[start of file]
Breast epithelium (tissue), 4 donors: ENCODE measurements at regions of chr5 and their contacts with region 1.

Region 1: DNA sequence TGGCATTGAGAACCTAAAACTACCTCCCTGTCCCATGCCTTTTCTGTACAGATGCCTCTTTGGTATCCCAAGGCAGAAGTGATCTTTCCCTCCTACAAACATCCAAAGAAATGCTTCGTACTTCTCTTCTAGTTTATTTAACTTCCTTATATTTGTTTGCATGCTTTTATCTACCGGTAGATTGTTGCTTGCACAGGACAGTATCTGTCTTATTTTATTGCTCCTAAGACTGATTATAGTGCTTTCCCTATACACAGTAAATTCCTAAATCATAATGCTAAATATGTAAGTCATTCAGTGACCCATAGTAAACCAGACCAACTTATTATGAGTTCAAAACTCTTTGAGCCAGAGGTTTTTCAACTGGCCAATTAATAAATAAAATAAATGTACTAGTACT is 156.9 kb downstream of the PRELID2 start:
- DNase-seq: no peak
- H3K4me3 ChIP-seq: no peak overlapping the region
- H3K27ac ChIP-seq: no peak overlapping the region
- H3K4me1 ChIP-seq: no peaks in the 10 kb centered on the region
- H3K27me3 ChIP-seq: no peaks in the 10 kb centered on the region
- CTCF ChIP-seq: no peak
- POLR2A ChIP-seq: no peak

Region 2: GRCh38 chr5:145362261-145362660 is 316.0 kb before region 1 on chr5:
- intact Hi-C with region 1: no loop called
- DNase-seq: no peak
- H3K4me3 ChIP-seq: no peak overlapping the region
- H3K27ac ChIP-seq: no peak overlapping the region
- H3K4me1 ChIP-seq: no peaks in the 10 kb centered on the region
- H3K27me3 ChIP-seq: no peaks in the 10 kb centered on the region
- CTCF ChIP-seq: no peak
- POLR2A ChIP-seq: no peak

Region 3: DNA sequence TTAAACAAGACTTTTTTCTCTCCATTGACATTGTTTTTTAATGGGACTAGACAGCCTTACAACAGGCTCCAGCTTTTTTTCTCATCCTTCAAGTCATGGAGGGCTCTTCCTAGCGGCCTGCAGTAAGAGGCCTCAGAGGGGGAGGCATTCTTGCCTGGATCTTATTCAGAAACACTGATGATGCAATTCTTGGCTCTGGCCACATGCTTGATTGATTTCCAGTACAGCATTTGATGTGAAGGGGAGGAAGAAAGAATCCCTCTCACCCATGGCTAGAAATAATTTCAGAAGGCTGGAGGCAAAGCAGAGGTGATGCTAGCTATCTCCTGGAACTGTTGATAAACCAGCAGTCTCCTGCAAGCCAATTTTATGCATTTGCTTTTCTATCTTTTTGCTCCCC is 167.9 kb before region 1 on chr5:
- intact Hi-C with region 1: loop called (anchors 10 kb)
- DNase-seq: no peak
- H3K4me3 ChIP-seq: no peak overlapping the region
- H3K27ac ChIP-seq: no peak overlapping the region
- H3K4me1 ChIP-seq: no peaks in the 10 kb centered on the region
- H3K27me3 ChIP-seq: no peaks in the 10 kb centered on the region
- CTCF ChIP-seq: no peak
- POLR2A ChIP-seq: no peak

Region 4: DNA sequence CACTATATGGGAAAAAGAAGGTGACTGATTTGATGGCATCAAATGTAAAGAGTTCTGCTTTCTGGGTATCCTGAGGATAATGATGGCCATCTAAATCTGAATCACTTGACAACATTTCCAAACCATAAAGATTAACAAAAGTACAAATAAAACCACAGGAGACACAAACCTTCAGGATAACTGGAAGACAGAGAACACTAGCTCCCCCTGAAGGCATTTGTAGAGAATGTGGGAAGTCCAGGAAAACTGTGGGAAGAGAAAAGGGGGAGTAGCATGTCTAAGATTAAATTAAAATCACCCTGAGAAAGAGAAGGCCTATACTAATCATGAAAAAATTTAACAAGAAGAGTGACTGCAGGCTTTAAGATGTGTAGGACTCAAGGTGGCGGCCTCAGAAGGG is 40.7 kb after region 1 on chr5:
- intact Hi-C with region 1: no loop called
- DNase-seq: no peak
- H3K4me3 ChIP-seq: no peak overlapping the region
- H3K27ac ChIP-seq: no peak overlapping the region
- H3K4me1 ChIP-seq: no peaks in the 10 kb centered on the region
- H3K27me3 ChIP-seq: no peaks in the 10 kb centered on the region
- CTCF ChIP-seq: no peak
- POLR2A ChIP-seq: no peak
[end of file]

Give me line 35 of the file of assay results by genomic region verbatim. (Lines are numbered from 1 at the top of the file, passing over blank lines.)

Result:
- CTCF ChIP-seq: no peak